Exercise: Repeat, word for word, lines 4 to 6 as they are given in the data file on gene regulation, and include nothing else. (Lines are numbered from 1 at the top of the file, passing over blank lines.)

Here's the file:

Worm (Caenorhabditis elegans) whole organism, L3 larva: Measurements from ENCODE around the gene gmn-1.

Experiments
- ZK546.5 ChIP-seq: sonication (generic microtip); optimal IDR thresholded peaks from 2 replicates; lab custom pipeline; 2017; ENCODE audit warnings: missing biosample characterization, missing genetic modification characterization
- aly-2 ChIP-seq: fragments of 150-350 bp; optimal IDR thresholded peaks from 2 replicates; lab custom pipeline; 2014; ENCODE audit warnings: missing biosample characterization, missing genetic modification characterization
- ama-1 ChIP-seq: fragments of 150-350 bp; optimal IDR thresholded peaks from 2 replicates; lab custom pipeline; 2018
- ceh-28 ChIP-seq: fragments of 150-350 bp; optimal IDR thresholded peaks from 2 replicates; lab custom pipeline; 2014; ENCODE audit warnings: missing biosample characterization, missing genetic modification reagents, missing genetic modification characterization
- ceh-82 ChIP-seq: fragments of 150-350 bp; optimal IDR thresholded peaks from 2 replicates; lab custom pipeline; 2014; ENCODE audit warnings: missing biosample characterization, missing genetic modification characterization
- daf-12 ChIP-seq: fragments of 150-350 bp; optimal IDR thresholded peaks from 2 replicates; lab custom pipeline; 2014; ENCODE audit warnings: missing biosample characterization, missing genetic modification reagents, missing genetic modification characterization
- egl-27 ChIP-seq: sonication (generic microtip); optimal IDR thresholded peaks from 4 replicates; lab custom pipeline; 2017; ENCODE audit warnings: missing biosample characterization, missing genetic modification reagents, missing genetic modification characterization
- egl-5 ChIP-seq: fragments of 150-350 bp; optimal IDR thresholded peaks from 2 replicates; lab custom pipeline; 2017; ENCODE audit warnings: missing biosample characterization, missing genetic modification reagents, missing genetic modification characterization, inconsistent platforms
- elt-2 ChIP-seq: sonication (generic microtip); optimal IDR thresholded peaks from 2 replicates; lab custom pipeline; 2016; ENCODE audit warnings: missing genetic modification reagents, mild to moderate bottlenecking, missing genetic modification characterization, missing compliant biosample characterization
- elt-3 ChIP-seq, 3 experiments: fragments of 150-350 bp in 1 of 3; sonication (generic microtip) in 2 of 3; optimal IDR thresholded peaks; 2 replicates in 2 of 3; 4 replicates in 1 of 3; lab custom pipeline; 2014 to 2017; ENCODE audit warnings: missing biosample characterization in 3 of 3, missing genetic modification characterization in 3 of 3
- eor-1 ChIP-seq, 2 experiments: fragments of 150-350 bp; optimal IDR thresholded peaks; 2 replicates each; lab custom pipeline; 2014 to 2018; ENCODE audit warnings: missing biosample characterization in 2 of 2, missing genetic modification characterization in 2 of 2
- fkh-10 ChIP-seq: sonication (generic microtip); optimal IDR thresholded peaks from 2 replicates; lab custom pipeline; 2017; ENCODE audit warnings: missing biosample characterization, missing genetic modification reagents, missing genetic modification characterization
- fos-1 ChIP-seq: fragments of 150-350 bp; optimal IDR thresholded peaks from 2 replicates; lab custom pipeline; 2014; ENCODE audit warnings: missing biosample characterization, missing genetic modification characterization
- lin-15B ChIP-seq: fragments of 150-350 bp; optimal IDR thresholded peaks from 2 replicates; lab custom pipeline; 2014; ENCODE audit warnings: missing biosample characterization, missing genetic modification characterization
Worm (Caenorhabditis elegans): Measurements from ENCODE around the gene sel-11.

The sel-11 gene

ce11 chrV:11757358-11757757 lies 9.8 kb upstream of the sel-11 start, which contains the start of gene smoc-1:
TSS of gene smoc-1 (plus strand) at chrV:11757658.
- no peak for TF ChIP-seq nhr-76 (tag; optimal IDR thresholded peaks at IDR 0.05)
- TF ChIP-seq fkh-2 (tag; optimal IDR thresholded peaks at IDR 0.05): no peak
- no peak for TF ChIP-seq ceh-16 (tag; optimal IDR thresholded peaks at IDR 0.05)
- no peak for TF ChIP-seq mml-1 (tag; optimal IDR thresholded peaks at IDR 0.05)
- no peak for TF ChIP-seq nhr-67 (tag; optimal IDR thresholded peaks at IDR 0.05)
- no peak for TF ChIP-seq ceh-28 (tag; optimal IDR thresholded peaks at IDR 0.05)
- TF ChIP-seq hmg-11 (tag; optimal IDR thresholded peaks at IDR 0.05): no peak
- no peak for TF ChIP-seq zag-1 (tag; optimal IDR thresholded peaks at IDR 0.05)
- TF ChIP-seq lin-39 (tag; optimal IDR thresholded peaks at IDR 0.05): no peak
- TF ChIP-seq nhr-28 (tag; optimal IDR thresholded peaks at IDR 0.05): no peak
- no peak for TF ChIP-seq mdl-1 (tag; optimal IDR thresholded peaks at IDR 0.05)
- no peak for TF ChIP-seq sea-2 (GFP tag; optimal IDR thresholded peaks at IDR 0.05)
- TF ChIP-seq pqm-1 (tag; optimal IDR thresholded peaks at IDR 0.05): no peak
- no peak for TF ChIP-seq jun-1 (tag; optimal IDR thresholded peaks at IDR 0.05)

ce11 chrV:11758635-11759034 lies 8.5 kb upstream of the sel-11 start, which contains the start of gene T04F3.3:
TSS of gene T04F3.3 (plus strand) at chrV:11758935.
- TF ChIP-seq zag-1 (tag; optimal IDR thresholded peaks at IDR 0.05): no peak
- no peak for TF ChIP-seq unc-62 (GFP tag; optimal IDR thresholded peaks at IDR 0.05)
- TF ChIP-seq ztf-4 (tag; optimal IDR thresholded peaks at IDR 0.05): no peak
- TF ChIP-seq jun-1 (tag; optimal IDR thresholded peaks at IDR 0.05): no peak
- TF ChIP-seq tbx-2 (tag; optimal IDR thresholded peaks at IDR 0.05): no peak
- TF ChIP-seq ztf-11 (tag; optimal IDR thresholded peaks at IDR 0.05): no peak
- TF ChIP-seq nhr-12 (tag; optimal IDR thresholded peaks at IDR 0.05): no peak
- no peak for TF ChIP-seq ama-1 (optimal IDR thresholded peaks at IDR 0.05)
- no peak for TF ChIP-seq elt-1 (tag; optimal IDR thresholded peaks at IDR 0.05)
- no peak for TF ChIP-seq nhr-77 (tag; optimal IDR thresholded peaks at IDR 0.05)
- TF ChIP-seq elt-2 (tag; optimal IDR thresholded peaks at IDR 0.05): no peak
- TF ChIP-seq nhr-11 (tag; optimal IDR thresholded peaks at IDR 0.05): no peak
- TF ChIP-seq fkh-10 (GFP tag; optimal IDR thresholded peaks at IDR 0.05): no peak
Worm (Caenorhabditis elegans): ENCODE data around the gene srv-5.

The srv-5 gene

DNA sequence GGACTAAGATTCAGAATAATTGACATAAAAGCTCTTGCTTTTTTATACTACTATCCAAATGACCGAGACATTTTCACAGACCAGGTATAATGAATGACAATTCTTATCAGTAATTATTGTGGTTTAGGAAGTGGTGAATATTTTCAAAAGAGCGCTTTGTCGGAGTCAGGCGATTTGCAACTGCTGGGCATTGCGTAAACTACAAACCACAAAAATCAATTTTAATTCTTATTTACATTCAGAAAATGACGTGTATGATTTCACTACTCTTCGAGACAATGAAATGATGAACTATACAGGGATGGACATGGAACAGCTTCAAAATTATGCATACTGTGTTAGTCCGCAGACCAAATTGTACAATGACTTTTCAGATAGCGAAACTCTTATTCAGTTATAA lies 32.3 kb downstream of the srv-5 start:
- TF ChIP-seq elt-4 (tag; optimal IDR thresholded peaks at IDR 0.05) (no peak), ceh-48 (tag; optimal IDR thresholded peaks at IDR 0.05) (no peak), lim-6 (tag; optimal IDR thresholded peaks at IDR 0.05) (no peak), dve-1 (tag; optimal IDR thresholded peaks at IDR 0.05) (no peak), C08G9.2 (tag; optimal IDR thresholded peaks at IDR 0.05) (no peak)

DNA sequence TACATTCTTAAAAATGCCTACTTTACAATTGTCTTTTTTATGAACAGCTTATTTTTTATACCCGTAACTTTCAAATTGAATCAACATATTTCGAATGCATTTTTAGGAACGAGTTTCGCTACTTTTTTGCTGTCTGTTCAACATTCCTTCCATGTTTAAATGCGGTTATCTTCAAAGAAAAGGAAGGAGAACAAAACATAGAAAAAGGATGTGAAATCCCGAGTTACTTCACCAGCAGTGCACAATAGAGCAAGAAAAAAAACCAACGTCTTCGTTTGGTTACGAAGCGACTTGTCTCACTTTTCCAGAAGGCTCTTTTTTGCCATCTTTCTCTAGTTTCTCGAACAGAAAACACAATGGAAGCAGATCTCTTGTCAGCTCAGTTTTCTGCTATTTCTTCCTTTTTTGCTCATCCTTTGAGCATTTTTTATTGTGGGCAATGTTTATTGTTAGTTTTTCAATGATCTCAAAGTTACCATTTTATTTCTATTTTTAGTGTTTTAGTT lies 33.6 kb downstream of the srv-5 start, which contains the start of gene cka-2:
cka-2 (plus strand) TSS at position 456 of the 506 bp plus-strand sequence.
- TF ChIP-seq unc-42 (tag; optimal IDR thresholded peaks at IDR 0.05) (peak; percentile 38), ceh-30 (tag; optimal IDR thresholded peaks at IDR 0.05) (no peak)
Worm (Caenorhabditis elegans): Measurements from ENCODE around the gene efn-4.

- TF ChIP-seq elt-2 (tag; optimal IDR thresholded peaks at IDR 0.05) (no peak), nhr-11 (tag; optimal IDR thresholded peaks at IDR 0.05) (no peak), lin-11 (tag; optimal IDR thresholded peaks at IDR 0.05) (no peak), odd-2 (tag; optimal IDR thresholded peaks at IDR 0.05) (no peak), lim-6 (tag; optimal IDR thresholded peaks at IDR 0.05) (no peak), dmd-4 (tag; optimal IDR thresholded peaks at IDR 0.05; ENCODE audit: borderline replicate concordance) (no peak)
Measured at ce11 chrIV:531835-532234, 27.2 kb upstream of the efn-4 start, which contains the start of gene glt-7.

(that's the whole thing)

- aly-2 ChIP-seq: fragments of 150-350 bp; optimal IDR thresholded peaks from 2 replicates; lab custom pipeline; 2014; ENCODE audit warnings: missing biosample characterization, missing genetic modification characterization
- ama-1 ChIP-seq: fragments of 150-350 bp; optimal IDR thresholded peaks from 2 replicates; lab custom pipeline; 2018
- ceh-28 ChIP-seq: fragments of 150-350 bp; optimal IDR thresholded peaks from 2 replicates; lab custom pipeline; 2014; ENCODE audit warnings: missing biosample characterization, missing genetic modification reagents, missing genetic modification characterization